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The Ultimate Thing … The ultimate promise if you buy the ultimate thing is it will improve your quality of life.

The Ultimate Thing …

The ultimate promise if you buy the ultimate thing is it will improve your quality of life. We’re encouraged from all sides to keep up our shopping search for the elusive gift for that someone who has everything. Maggie Wrobel, in November 3 Globe & Mail, suggests the Sixixis Cityscape Hanger.

It features “ornate carvings of famous city skylines,” she writes. “People seem compelled to pay tribute to the world’s great cities,” she adds, “even if they have never set foot outside Saskatchewan.”

Is this urban cool, or a rural shot?

She’s right! Living in Service’s land of beyond for decades puts me totally wet behind the ears and out of touch with Hog Town sophistication.

The owner of the boutique featuring this ‘light-as-air hanger’ says, “the hangers have been a smash hit, especially with the sentimental set.”

Sentimental about a coat hanger?

Really? Urban sophistication, eh? H-m-m!

The illustration is the London, England skyline, just one of the famous cities coat hangered. The sales pitch promises “a glimpse of the cityscape you love.” And 120 of those fat and happy Canadian dollars gets a hanger to your door; shipping extra, of course.

Urban sophisticated shopping apparently demands big-box stamina so we catalogue and net-shopped for get-in-shape stuff. We found a quarter-size sensor you slip under the sock liner of your Nikes, then you plug a special receiver into your iPod Nano, and start running.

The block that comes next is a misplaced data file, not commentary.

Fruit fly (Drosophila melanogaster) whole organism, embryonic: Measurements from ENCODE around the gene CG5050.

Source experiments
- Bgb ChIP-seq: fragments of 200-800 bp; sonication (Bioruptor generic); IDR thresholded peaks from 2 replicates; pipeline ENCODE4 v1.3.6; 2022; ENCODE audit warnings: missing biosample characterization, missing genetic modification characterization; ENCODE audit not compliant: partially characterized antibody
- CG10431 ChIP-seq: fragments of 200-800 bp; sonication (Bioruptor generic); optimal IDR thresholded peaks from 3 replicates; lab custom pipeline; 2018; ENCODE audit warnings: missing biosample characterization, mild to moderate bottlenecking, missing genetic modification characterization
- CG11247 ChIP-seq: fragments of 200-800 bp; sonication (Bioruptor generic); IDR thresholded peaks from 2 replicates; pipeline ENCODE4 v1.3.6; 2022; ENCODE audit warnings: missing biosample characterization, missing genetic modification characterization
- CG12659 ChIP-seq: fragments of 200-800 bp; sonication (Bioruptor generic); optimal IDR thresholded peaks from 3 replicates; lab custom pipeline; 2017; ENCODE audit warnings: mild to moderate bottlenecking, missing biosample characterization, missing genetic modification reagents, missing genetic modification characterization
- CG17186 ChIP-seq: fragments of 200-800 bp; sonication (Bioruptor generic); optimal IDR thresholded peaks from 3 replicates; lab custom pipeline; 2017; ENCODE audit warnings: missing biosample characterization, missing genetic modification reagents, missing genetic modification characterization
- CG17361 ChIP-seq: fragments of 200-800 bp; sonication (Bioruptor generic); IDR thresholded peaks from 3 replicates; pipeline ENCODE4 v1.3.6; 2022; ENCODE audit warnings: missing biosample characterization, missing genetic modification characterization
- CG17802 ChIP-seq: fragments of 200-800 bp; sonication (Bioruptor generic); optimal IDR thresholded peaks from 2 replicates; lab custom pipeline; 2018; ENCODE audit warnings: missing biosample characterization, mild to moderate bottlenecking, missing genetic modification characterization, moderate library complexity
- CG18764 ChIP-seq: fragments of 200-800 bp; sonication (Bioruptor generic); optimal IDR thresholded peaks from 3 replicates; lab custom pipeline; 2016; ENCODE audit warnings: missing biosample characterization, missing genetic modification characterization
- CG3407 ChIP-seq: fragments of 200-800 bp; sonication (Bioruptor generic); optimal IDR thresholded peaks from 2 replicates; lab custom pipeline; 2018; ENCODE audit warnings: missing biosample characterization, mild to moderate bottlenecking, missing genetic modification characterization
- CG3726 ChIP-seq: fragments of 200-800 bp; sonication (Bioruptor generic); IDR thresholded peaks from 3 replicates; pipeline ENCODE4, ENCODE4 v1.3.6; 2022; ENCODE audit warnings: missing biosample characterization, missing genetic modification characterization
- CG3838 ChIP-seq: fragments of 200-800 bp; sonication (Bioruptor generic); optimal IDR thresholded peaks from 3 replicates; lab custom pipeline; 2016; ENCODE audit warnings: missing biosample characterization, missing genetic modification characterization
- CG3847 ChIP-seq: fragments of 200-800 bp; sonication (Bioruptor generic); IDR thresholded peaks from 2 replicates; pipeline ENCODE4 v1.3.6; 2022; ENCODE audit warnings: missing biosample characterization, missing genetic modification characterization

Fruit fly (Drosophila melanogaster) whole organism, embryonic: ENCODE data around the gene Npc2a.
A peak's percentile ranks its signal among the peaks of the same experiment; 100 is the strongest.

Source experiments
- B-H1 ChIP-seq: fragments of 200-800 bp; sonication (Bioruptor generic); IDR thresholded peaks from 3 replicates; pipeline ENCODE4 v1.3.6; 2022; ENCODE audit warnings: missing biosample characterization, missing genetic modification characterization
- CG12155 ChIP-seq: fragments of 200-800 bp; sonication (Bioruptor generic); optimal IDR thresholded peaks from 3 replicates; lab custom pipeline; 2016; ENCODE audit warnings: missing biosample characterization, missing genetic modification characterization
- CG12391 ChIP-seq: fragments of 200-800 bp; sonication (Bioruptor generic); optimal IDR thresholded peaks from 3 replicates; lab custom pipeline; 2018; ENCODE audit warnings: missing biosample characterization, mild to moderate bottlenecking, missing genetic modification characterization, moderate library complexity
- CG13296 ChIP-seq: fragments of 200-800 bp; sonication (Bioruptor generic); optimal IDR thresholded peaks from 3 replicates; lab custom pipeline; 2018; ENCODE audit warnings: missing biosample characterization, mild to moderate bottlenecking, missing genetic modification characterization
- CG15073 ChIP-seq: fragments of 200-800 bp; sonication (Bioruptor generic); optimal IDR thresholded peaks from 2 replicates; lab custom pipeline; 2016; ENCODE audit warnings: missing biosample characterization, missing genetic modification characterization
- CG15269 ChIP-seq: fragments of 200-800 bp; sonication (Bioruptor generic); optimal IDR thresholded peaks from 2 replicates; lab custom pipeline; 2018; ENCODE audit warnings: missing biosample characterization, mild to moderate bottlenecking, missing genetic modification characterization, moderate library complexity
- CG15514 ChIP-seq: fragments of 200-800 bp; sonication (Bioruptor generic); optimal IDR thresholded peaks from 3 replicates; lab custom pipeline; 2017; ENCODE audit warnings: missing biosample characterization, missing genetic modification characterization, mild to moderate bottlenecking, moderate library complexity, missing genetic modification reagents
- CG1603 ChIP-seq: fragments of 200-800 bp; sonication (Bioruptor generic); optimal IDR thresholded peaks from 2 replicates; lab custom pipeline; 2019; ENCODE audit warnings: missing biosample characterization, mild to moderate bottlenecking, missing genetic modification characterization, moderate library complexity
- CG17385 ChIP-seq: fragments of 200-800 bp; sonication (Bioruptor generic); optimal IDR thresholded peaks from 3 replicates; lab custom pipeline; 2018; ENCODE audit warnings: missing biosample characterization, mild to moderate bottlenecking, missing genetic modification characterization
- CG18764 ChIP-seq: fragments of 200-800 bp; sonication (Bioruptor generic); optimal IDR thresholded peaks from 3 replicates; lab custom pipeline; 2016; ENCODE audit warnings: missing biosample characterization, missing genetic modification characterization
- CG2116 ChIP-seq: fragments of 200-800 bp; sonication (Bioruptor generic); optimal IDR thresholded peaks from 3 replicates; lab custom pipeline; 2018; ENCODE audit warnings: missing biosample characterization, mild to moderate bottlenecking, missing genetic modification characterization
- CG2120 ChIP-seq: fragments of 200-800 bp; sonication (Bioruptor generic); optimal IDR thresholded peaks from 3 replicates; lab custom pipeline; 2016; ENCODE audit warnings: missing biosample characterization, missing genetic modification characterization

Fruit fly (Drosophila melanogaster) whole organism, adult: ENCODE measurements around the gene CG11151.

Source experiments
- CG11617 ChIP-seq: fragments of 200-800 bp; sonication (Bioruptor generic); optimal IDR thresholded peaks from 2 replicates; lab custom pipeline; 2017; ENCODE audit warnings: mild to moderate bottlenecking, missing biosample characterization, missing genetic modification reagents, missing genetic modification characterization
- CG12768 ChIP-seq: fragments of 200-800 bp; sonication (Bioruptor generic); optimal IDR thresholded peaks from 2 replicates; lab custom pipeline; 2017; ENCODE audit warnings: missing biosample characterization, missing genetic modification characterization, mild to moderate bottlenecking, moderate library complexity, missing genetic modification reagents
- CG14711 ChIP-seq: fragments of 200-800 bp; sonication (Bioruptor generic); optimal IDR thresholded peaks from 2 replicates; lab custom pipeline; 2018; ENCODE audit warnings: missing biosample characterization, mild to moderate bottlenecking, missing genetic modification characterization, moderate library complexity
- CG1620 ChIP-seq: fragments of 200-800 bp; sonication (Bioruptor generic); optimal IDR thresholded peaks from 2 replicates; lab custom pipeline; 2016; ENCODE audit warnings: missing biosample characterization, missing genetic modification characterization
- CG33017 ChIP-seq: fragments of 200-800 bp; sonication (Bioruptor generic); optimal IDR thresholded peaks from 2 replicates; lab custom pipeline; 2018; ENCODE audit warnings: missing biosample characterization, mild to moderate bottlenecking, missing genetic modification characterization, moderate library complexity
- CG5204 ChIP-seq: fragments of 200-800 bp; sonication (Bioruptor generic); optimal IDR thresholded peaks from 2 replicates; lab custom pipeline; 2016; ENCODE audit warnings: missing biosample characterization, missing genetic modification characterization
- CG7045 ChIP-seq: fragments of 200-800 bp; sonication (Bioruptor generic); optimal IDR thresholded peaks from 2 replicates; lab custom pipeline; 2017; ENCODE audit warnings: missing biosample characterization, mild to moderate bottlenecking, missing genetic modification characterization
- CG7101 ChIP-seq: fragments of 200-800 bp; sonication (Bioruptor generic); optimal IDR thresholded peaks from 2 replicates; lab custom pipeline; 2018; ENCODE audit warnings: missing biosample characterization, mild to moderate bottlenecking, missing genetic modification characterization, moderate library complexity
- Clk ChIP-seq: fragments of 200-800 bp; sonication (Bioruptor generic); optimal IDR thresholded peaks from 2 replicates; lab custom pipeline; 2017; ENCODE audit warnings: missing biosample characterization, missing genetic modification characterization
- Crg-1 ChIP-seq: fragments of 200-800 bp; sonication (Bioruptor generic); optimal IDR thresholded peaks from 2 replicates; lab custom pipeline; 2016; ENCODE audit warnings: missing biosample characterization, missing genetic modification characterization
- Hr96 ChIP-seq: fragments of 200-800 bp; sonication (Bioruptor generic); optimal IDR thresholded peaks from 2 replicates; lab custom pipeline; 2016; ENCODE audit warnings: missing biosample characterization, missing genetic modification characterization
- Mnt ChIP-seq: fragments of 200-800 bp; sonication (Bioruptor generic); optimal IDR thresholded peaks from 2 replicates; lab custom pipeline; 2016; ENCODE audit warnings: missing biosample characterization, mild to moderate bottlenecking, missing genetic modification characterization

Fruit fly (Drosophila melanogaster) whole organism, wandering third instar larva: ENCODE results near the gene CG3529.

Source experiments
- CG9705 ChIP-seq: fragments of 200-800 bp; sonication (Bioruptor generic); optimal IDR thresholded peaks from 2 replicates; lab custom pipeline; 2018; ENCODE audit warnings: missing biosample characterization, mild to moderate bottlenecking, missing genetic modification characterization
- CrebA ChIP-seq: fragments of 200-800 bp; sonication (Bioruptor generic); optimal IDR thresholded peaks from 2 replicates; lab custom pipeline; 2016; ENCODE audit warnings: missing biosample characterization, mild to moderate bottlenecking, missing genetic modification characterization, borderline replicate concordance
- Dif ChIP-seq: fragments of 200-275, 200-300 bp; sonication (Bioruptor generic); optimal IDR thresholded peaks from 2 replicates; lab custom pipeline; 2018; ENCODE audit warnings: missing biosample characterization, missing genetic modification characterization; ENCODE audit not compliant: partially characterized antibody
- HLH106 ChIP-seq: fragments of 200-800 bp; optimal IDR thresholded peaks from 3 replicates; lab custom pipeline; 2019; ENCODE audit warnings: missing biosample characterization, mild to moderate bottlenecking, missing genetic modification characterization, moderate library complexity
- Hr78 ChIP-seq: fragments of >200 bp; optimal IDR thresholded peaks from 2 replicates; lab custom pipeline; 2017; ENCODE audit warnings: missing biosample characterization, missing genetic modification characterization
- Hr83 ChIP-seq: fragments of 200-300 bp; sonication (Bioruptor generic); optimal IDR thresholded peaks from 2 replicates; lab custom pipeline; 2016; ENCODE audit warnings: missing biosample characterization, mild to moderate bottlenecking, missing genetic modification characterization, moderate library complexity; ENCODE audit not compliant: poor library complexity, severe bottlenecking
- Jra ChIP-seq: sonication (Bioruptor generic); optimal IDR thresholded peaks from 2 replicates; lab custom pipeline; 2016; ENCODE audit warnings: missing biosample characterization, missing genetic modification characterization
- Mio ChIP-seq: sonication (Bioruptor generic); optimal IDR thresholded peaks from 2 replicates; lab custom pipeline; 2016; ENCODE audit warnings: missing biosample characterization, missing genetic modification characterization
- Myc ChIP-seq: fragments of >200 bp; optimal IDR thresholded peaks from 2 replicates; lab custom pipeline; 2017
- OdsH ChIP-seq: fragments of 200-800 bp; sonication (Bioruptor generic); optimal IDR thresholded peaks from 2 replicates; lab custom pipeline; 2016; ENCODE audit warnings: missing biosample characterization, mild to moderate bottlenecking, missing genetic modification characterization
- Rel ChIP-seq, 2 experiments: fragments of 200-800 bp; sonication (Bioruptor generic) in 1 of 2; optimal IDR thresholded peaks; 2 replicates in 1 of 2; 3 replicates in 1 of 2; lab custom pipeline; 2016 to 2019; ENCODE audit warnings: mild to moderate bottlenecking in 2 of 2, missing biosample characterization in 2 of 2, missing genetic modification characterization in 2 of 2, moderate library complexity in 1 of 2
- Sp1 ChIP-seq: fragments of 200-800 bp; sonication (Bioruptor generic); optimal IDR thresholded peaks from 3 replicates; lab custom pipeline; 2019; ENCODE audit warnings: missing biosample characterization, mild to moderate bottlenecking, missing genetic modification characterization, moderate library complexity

Distance, calories and time are calculated, and announced in your ear as you trot to good shape. Surely a sweet deal at $29 of those lower USD.

Add a wrist monitor to track all the rest of your body readings, for $220, or for stay-at-home exercising, a run-and-watch treadmill with a built-in, 8.5-inch flat screen TV, for $2,600 USD.

 “Your own personal rain cloud,” as an after-shopping shower would surely be a must. Jaclo’s Spa Rain Canopy showerhead, resembling a chrome plated floor vent hanging over your head, promises such, for a paltry $4,900.

A high-speed dinner before a high-speed cruise to wrap up the evening perhaps?

Turbo Chefs Oven cooks a rack of lamb in five minutes, a three-course meal in ten. As $6,000 it puts it: “gourmet recipes within reach of someone who finds instant oatmeal tricky.”

The highway cruise matching the high-speed life style should be in a Phantom Drophead Coupe, according to The Week magazine, which provided much of this goodie list. They promise us, “never has Rolls produced a “more outlandish, outrageous car — the perfect addition to your toy collection.”

(Forty-eight valves — 6.7 litre V12 — 453 bhp — 130 mph —  $412,000; maybe a driver’s, or a mechanic’s dream car, but not a global warmer’s favourite machine, eh?)

This is, I’m told, but a glimpse into the pile of pretty classy urban stuff available for the high speed urban life style, and more power to they who can cut it.

I do wonder though, how all these high priced “things” compare to a pair of sox, even the wrong size, clumsily wrapped from your youngest, bought with  recycled bottle income?

It’s our choice, high speed urban, or low speed rural quality of life?

From this rural perch north of 60 that sock-shopping young child on your lap deciding if we’ll read Winnie-the-Pooh, Sponge-Bob, Dora, Snow White, or The Cat in the Hat puts a warmth in your heart, and a satisfaction in your soul which is pretty hard to beat. That’s my choice!

PS: If, in the hustle- and-bustle shopping about to come, you begin to think nobody cares about you, try missing a couple of payments.

A giant tip of the hat to the people who matter to you. As neat as they are, the things you buy can’t meet their measure can they?.

PPS: Up To You Toronto is the Toronto boutique-selling the coat hangers; Turbochef sells the oven; Jaclo the shower head; oh, and I found a motorized marshmallow turner, if you’re interested.

They’re all on the ‘net, but in my books the ultimate shopping is still with the hometown crowd — people and their stores with real roots in the place.

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